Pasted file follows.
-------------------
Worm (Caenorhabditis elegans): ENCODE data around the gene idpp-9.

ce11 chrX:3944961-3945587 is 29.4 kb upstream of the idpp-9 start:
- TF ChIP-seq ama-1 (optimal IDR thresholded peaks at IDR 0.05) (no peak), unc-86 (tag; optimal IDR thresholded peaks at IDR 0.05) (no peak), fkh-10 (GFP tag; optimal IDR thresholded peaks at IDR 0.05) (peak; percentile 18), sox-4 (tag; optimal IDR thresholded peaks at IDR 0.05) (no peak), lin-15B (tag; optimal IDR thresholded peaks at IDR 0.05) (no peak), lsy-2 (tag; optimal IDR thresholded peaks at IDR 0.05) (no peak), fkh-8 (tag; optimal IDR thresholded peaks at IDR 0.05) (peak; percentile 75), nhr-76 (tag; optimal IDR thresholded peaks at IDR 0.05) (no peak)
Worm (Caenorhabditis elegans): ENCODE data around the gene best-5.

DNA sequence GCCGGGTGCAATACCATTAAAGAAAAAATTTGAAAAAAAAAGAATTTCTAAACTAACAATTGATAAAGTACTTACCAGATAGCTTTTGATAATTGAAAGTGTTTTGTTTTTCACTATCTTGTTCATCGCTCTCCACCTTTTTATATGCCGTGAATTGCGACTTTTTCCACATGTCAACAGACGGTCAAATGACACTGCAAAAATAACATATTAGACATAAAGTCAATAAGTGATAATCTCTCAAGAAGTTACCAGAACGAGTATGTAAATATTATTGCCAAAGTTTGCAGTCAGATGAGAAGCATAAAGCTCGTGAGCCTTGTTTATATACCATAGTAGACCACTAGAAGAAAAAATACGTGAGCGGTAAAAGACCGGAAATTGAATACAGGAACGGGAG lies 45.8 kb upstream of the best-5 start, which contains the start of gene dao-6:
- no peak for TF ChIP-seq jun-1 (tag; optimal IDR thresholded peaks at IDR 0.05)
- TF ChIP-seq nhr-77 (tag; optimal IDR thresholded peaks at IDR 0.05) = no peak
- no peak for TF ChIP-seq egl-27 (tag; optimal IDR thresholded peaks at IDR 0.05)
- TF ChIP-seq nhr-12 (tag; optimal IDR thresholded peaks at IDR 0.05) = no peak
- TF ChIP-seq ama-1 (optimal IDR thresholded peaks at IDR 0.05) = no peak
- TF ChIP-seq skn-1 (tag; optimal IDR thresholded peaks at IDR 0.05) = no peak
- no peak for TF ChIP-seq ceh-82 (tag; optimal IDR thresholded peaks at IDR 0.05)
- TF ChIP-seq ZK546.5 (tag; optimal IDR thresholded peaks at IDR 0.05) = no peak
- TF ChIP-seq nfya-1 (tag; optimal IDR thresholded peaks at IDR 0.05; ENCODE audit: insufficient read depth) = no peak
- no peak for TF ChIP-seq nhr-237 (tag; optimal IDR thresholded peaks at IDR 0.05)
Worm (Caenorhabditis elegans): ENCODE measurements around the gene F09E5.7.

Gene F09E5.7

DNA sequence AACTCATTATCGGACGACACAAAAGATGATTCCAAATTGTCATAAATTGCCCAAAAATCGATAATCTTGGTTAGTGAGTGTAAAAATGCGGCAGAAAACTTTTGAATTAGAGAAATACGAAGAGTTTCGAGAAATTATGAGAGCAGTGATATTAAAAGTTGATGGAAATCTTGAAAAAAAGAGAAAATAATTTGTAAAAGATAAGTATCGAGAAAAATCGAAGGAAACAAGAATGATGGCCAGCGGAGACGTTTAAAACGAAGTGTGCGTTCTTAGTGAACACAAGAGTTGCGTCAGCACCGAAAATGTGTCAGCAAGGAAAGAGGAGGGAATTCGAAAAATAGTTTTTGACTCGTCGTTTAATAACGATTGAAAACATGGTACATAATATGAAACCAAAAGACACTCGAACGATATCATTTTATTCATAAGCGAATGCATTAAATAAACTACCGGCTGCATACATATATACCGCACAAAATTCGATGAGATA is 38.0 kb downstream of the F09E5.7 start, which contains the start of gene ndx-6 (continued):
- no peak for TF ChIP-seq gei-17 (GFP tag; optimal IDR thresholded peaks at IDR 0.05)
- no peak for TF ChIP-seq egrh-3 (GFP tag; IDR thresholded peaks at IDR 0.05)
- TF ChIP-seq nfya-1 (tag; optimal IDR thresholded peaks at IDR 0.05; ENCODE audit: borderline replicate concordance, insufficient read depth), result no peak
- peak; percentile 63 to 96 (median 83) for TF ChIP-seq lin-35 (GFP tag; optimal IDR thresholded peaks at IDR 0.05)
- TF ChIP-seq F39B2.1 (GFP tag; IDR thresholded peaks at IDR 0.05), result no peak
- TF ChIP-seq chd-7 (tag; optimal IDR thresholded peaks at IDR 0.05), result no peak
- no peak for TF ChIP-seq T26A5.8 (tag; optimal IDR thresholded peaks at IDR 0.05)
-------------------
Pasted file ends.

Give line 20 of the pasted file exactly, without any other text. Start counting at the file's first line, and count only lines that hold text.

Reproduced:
- no peak for TF ChIP-seq egrh-3 (GFP tag; IDR thresholded peaks at IDR 0.05)